And when I run this, you’ll see that it’s bringing back the unique product line. So I know that these are the columns that I need to select in order to create that pivot table. And you’ll see these in my select statement. So if you just kind of keep in mind T, S, R, M and dash, you come back here, you’ll see T, S, R, M and dash.
So the idea here now is that we’re going to select these from our pivot table. And to do this, we just add this to the top of our original select statement. So this you should recognize in green.
This is what we originally created to get the information. Notice it’s now a drive table. It’s in brackets, or I’m sorry, parenthesis. And this becomes the first of the last step. Because after this, what we need to do is now generate the pivoted results.
And to do that, we will go to step six. And here we will add a pivot clause to the bottom of our query. Now, the pivot clause may look strange at first. Let me break it down for you.
Final Pivot Table Step
Essentially here we have the pivot clause, where we’re summing what we want to summarize. In our case, I want to add up the quantity of inventory.
The recall quantity was one of the columns I was selecting from that pivot data. And then, the other thing here is that you’ll see product line again, all right? So product line is the column that is used to drive the column values. And again, here’s our friends … the column values. So we’re basically telling it these are the specific column values that we want to bring back into our pivot table.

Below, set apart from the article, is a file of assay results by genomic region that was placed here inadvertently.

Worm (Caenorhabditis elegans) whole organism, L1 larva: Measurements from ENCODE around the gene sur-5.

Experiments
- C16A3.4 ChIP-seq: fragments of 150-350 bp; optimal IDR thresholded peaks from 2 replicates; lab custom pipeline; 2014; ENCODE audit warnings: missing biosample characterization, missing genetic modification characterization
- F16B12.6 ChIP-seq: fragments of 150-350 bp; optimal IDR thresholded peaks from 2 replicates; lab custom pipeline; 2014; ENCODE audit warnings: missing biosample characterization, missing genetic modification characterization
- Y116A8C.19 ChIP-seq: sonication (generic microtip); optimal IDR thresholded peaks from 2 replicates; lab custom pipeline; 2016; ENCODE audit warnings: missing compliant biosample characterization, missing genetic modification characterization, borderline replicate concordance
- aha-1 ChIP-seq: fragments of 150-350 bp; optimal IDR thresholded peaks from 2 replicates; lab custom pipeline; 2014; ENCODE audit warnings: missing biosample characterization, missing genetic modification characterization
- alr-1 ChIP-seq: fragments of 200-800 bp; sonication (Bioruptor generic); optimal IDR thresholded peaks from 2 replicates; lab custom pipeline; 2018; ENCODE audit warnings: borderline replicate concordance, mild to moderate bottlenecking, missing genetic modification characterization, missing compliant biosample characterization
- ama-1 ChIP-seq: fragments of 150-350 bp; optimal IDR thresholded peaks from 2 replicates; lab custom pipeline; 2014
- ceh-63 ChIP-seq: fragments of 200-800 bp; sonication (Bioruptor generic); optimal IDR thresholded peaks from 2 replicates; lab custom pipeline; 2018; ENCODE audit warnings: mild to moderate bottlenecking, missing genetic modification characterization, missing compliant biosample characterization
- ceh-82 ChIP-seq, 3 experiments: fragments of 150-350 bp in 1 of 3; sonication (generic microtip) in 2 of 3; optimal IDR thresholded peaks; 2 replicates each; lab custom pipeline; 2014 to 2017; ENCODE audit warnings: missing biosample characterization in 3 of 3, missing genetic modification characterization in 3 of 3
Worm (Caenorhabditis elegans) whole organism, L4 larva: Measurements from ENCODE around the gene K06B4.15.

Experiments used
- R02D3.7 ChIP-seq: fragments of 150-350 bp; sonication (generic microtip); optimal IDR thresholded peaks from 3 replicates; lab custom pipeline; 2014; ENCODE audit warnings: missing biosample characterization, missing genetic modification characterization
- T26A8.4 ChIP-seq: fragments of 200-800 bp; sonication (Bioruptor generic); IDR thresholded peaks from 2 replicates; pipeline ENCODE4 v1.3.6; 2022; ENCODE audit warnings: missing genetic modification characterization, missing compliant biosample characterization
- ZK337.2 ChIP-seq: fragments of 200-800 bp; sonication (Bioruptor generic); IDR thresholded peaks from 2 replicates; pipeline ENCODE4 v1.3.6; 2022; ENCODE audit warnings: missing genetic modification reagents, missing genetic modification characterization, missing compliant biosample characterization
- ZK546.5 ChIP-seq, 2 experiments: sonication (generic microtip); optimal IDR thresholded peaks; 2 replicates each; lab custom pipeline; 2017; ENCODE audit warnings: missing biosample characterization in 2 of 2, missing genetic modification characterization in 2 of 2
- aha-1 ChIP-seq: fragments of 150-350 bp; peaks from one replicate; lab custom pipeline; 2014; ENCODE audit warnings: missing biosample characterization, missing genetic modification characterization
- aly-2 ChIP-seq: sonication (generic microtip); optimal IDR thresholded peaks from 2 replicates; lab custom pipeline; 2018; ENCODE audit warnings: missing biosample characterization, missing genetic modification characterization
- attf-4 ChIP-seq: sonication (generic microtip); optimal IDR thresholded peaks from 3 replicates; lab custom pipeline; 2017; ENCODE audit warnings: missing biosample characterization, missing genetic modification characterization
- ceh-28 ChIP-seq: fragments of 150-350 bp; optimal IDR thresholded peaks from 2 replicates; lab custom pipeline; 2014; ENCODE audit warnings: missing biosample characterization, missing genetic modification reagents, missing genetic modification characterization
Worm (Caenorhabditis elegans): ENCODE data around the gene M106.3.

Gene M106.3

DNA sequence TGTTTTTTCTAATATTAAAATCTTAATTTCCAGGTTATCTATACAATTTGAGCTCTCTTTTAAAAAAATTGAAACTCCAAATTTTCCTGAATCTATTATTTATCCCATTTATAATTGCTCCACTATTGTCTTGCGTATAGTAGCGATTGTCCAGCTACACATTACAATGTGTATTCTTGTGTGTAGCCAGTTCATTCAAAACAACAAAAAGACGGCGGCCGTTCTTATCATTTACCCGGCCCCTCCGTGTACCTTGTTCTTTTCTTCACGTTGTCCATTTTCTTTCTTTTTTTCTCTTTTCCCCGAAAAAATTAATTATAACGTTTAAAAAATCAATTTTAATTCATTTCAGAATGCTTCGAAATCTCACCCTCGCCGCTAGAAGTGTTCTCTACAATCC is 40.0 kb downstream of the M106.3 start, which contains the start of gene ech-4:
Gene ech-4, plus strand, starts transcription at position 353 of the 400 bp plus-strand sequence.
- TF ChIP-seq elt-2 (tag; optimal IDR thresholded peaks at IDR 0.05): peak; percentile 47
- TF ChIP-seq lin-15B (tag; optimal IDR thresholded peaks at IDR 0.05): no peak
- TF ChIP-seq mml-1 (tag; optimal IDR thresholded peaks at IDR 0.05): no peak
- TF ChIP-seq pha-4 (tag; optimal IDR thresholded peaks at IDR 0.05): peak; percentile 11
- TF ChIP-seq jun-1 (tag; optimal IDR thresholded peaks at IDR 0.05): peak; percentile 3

Three Parts to Pivot Table
When all is said and done, this all gets put together and creates the overall pivot statement. So there’s the three pieces.
- There’s the piece where we’re selecting our rows and columns from the pivot table.
- There’s the piece where we’re actually going in and selecting the source data from the database with the joints.
- And the lastly, as we just went over, is the piece where we’re actually constructing the pivoted results.
And just to add a little flare to it all, I’m ordering the entire table by location name.
So this location name is part of this order clause right here, right? So we’re ordering that. To help out a little more, you can see where I created a little diagram, just to kind of show the pattern here where the yellow relates to location name, pink to the product lines and how it all relates through the queries to help you out.
So, this guide is available on the website at www.essentialSQL.com. It’s a downloadable PDF that you can use to work through your own examples.
If you don’t have an example and you want to work through mine, that’s great. Also, what I did here at the top is provided some other examples from the Adventure Works database that you can try on your own. I recommend doing that. Practice is definitely essential when you are trying to learn SQL.
Go to www.essentialSQL.com and pick up this free guide. I’ll talk to you later.